The focus groups and early polls show Clinton to be the clear winner, whereas most of those “What do you think?” online polls on various media outlets show Trump the clear winner. As for the pundits? As always, tune into the media provider that most closely reflects your political worldview and get the opinion that pleases you.
Regardless, the polls and positions about who won the debate are almost meaningless. Hillary’s supporters will find reasons to believe she won, and Donald’s supporters will find reasons to believe he won. The winner, if there was one, will be the one who coaxed undecided voters into their tent. My guess is that this is more crucial to Hillary, because there are a lot of Donald supporters who are saying “undecided” when asked, owing to the negative social stigma attached to publicly supporting Donald—
Donald’s performance last night—the inability to string together sentences that flowed from one thought to the next, the failure to finish most sentences, the rambling, the constant interruptions, the incomprehensible word salads, the multiple disconnects from reality, the tic-like gesticulating—
Verbatim example: “Well, I have much better judgment than she does. There’s no question about that. I also have a much better temperament than she has, you know?… I have a much better — she spent — let me tell you — she spent hundreds of millions of dollars on an advertising — you know, they get Madison Avenue into a room, they put names — oh, temperament, let’s go after — I think my strongest asset, maybe by far, is my temperament. I have a winning temperament. I know how to win. She does not have a… Wait. The AFL-CIO the other day, behind the blue screen, I don’t know who you were talking to, Secretary Clinton, but you were totally out of control. I said, there’s a person with a temperament that’s got a problem.”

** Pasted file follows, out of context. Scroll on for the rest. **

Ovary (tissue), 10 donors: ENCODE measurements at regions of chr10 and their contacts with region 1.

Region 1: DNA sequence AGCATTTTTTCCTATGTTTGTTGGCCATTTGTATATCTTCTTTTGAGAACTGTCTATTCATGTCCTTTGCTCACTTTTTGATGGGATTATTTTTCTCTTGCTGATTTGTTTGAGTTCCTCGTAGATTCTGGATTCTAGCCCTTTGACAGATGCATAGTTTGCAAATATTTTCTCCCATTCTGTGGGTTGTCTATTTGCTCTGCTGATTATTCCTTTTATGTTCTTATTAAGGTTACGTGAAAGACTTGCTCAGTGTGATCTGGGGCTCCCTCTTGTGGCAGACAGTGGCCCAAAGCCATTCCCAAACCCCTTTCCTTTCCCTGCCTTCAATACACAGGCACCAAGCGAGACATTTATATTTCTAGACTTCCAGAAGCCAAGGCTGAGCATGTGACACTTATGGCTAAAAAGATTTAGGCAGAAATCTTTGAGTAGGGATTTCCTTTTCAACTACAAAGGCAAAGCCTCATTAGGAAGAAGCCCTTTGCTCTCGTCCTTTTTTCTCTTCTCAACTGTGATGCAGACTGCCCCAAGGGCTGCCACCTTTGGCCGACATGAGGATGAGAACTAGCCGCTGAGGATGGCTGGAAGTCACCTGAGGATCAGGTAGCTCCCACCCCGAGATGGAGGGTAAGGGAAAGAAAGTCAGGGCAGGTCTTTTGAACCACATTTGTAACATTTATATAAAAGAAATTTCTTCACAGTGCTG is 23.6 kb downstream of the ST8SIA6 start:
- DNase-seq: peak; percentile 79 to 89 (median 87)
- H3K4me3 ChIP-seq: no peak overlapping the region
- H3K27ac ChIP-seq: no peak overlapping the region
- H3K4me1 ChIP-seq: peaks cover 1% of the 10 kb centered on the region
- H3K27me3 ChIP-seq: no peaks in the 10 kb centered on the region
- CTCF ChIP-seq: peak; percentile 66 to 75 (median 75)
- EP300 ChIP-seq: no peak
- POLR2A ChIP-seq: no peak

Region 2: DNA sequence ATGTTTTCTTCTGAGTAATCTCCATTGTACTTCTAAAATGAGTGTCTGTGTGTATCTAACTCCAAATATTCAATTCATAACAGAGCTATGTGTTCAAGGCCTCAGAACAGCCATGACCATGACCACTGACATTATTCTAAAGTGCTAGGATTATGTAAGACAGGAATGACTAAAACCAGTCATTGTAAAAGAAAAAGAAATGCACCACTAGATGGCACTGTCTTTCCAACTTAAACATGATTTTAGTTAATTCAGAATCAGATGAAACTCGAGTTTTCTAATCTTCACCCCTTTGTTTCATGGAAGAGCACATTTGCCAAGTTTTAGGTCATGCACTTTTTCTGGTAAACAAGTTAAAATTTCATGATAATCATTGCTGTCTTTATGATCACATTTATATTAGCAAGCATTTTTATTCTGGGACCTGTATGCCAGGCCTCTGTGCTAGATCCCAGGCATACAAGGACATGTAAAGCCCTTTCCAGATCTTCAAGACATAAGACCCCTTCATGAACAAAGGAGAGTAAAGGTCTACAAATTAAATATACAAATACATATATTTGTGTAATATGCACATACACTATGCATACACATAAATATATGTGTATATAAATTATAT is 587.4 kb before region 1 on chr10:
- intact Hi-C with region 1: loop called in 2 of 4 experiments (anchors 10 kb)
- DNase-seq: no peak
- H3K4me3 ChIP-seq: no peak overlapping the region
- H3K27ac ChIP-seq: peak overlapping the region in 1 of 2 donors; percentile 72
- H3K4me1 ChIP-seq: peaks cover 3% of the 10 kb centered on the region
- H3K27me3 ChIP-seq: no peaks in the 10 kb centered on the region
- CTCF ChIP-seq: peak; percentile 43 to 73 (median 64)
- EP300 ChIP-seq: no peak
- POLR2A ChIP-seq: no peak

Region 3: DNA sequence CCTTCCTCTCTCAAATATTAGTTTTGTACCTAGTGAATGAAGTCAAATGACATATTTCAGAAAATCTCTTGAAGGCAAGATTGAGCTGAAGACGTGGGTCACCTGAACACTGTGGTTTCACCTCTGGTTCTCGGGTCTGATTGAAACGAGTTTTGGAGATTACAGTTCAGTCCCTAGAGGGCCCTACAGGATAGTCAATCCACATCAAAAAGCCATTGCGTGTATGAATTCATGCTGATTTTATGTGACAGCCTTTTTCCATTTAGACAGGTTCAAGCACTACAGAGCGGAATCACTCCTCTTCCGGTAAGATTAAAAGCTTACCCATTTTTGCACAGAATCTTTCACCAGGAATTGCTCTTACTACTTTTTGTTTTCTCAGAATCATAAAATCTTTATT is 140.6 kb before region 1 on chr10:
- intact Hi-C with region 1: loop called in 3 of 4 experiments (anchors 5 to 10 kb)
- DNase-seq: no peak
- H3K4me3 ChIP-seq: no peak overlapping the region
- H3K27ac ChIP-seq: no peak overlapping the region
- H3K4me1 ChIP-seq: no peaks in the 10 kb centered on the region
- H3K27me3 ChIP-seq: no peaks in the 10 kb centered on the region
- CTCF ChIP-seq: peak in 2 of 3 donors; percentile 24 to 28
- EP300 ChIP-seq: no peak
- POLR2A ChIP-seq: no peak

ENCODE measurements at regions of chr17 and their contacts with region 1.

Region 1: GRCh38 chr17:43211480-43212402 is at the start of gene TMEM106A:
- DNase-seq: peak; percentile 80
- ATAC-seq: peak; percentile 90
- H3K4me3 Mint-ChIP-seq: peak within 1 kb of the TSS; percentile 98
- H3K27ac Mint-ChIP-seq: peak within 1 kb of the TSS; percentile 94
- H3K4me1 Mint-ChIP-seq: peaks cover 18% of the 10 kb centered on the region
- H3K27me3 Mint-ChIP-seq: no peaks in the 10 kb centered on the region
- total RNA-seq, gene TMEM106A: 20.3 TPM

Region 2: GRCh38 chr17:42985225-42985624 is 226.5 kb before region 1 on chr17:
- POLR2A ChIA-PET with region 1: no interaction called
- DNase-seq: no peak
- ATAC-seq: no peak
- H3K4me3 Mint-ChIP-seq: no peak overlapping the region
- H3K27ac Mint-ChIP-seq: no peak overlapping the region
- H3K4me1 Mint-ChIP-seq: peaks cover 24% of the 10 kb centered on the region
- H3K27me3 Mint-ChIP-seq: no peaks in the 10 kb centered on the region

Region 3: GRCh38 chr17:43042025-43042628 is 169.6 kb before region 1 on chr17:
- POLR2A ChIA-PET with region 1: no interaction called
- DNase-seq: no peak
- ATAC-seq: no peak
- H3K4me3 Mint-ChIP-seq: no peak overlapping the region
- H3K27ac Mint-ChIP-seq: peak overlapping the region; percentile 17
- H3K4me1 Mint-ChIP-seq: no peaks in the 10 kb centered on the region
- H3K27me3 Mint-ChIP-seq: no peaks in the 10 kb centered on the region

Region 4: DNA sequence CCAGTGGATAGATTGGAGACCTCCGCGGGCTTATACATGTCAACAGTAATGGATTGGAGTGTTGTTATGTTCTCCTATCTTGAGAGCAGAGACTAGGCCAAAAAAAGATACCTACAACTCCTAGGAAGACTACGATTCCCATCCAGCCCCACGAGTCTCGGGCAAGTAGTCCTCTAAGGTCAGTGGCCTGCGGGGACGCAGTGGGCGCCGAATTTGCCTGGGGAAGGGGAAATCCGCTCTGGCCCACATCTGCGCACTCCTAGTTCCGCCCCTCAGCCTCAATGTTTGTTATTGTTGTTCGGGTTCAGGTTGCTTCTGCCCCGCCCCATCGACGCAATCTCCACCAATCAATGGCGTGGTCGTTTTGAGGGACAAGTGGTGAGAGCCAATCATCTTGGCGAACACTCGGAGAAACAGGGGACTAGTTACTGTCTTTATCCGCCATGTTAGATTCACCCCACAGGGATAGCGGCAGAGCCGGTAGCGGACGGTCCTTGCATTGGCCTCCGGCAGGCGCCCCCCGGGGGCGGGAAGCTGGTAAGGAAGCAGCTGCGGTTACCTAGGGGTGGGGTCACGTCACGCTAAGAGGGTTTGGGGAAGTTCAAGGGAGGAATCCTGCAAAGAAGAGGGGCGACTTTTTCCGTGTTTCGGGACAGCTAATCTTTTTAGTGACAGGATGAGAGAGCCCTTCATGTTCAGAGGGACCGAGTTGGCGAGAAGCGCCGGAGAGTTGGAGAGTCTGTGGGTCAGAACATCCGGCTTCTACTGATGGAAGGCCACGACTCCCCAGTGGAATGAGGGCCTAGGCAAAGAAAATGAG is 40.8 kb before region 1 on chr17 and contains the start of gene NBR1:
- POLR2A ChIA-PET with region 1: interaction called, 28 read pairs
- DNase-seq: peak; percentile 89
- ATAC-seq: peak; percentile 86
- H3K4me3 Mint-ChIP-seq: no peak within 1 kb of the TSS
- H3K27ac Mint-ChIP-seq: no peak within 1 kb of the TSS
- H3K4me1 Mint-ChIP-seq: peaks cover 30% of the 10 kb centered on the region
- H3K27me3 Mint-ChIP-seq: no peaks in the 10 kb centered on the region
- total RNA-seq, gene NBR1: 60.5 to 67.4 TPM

Before we all became enlightened, Donald’s
As for Hillary, she was Hillary. At her best, she let Donald take enough rope to hang himself, and at a few points put him on his heels with some stiff jabs and a couple of solid uppercuts (e.g., the “What’s he hiding?” bit regarding his tax returns—laundry-listing the things that he actually could be hiding—and the pandering-to-racists accusation about being a long-term birther). She appeared far better equipped than Donald to handle a bully like Putin. At worst, as R.V. correctly observed, she went into robot-Hillary mode a few times and stiffly recited canned material.
Hillary’s not much for vision, but what vision she has is plain-spoken and clear-eyed, if largely borrowed from hubby Bill: It’s the middle class, stupid. To their credit, both candidates were very clear on their respective economic visions. For Hillary, the middle class is America’s economic engine, and that’s what needs nurturing. For Donald, it’s rich guys like him—job creators—who need the nurturing.
Hillary also laid out the high points of a plan pursuant to her economic vision, which is in part lifted from Crazy Uncle Bernie: Tax increases for the rich. Tax incentives for work, not for financial transactions. Invest in 21st-century technology jobs. Subsidize higher education tuition. Fix trade, don’t shun it. No more running up the nation’s credit cards so that the 1% doesn’t have to pay taxes. Trickle down on me once, shame on you. Trickle down on me twice…